By Aaron Corbet: The Tidings has recently been printing some local debate over whether capitalism or socialism is the best economic framework.
The Tidings has recently been printing some local debate over whether capitalism or socialism is the best economic framework. Only one individual seems to have observed that what one actually needs is a "corrected" form of capitalism, and his remarks seem to have been totally ignored. I would like to confirm his viewpoint, and moreover to put this on a scientific footing via results from the discipline of nonlinear dynamics (NLD).
"Synergy" is not merely some woo-woo new-age blather. It describes the facts of our physical world. E.G., the water molecule H2O has properties that one could never predict on the basis of those of atoms of O and H alone. The combination creates something entirely new. Similarly, NLD reveals that totally new dynamic behavior can result from combining behaviors that are totally boring in and of themselves, and this resultant behavior is stable: It continues ad infinitum. One can forego the math here and speak descriptively.
However complex the behavior that results, there are always two underlying dynamics that must exist simultaneously for any sort of stable time-dependent behavior to result: competitive and cooperative. One begins to find this in the simplest molecular reactions that permit such new, stable, dynamic structure. One again finds it in much more complex biochemical systems. And at a higher level, in ecological and sociological systems. Whatever fascinating new wrinkles develop, the underlying dynamic is always the same over and over again, without which things can't even get off the ground: competition and cooperation.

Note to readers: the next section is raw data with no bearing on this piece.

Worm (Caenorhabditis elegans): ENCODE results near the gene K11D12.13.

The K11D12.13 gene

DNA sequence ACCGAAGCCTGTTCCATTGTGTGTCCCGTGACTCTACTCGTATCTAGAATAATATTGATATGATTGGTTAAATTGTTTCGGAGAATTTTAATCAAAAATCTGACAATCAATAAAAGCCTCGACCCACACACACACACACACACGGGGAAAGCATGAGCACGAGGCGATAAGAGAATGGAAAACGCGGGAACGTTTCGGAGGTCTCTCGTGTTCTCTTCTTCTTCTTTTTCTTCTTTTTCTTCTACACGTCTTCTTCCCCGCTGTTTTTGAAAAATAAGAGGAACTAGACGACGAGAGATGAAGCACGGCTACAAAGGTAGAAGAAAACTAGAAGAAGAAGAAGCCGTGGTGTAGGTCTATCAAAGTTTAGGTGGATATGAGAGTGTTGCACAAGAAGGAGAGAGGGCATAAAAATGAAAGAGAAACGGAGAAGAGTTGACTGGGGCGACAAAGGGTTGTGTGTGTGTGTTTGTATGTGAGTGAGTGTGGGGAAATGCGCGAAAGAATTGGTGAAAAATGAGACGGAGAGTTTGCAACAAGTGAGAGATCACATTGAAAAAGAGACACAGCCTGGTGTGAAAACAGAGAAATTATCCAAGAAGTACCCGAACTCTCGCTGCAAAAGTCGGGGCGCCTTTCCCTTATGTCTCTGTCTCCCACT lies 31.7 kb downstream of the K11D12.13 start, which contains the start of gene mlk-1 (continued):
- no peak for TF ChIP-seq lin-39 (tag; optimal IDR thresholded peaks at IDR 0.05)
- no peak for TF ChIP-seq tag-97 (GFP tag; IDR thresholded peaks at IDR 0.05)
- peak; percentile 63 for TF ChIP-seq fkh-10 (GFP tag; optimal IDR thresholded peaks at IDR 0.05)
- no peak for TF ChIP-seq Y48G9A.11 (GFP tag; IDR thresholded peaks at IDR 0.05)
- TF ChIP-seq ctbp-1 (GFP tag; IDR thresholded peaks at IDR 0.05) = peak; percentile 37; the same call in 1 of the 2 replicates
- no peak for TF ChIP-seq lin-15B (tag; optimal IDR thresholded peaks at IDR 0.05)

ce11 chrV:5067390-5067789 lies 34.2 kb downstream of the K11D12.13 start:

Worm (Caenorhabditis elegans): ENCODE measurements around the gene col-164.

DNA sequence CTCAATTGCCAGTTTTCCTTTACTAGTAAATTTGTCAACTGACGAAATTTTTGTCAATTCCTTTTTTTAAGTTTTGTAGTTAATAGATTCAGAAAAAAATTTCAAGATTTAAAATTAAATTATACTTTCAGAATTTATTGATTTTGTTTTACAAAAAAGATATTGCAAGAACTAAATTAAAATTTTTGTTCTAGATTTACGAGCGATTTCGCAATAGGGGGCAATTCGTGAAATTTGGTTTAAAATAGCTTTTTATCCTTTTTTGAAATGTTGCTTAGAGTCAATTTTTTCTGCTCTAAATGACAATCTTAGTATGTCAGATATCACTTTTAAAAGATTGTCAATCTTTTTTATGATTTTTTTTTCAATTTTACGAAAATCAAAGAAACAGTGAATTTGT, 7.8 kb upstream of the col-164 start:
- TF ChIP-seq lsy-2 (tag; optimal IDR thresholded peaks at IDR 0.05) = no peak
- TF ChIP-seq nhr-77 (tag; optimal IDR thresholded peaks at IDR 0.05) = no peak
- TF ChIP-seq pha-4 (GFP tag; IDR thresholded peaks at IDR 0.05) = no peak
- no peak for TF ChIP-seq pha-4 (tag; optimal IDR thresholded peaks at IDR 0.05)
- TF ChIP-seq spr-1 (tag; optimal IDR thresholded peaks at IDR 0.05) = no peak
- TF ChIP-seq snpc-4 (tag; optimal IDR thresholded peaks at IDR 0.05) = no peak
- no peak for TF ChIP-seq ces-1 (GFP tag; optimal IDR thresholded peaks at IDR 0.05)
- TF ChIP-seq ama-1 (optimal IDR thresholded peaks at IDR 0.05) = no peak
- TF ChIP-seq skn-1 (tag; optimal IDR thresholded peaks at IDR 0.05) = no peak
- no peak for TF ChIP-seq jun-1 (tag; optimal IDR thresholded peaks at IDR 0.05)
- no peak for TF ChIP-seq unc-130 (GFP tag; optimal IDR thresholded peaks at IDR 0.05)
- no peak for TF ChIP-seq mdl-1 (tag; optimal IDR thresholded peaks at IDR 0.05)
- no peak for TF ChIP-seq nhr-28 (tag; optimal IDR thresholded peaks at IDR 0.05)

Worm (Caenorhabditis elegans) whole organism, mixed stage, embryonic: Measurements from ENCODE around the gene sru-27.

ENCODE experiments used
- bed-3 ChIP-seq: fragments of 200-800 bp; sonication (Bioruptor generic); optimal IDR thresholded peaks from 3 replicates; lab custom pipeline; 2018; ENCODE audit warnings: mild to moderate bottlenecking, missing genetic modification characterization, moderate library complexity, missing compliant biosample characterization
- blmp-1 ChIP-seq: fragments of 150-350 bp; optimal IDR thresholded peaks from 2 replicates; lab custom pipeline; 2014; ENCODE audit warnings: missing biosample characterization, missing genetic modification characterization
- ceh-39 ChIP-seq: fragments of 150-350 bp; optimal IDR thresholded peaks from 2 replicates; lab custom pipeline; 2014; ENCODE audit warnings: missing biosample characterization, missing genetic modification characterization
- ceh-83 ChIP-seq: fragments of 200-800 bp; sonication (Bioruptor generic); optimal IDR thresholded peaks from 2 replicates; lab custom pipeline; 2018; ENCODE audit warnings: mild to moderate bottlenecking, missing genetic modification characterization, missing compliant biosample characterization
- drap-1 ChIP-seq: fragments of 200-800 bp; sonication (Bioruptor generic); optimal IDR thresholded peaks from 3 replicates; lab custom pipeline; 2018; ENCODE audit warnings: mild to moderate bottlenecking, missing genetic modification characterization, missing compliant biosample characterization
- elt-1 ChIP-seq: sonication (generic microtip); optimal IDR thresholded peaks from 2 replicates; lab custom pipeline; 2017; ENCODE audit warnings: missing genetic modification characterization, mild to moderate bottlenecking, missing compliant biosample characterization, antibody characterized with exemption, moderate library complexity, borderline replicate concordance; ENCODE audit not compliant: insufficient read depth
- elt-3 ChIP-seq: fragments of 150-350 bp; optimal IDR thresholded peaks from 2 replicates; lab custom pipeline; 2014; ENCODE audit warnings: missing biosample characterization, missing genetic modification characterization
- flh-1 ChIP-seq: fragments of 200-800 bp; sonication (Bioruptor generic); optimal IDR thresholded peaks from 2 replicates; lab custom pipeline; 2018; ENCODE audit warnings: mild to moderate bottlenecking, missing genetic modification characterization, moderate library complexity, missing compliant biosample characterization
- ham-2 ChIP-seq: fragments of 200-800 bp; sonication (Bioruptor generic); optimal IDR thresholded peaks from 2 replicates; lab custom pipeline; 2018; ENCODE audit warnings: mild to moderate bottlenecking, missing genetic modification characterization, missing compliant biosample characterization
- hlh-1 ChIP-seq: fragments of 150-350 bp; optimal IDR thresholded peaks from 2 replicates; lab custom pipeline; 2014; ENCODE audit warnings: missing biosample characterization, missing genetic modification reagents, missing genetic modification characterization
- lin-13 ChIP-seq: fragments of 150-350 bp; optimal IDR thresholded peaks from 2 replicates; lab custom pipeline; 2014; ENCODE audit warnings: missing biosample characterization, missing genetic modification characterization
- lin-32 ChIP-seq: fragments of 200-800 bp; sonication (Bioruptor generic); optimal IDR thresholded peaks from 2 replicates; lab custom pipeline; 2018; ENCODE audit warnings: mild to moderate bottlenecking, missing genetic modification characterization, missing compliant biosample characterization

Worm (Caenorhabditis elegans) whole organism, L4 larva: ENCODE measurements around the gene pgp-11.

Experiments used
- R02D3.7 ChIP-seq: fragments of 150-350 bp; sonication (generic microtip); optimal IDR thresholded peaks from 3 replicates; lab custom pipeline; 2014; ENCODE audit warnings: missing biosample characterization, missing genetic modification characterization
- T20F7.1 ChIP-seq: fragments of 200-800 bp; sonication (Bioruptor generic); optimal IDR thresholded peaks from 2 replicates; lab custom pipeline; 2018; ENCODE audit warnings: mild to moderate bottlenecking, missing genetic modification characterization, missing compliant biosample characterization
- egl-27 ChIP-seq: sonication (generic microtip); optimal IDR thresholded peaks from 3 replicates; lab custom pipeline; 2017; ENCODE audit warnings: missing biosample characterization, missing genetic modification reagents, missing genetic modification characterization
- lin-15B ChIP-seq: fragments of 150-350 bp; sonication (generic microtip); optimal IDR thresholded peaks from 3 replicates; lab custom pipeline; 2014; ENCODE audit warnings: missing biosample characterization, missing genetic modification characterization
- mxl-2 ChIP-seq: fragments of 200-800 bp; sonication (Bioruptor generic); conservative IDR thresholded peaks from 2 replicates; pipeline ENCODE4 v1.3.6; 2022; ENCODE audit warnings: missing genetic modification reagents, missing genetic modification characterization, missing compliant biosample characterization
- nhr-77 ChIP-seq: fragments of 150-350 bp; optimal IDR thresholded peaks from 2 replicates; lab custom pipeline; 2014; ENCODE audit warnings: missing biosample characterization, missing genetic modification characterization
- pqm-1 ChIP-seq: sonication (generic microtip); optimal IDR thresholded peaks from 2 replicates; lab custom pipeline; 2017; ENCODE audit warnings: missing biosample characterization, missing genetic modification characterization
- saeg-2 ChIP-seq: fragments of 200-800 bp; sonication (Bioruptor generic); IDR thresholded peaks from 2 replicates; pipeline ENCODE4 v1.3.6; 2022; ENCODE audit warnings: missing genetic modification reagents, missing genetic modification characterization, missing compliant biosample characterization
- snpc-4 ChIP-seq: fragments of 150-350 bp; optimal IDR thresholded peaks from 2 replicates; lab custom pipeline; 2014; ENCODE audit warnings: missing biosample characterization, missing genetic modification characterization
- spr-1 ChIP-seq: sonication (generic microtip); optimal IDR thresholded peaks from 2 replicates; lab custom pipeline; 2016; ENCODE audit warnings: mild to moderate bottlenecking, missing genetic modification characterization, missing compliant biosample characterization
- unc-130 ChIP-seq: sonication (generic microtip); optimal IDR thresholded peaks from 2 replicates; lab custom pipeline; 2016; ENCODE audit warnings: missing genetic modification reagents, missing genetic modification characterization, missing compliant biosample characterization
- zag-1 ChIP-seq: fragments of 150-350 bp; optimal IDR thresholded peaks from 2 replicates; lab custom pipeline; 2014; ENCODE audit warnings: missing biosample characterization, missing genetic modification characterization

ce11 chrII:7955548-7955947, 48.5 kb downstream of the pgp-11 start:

If one does not have a cooperative dynamic, the system simply "explodes;" i.e., exhausts all resources. If one does not have a competitive dynamic, the system must "implode;" i.e., it dies, does nothing. All of this can be made very precise, and in the process one finds that competition and cooperation are not in themselves adequate to guarantee a stable dynamic, but rather these factors must be very carefully tuned to each other. This tuning is not necessarily self-evident, and when one works with modeling, very unintuitive adjustments are often needed.
I suggest that this tuning is what is needed now in our world economy, and merely simplistic thinking will be fruitless, and even destructive. The tuning certainly has much precedent. Europe seems to be a bit ahead of us on dickering with this. Partly, I think our moral sensibilities can guide us. Few people would consciously write off the fates of the disenfranchised who get steamrolled by corporate megabusinesses. But perhaps a majority of CEOs do this. It is a bit more subtle of an issue when people are severely circumscribed in their possibilities, individual expression. Both the old Soviet Union and China began "dying" as a result of this circumscription.
Common sense, which can be very uncommon, should be our guide here. It is highly underrated.
Aaron Corbet is a biophysicist who has lived in Ashland for the past 13 years.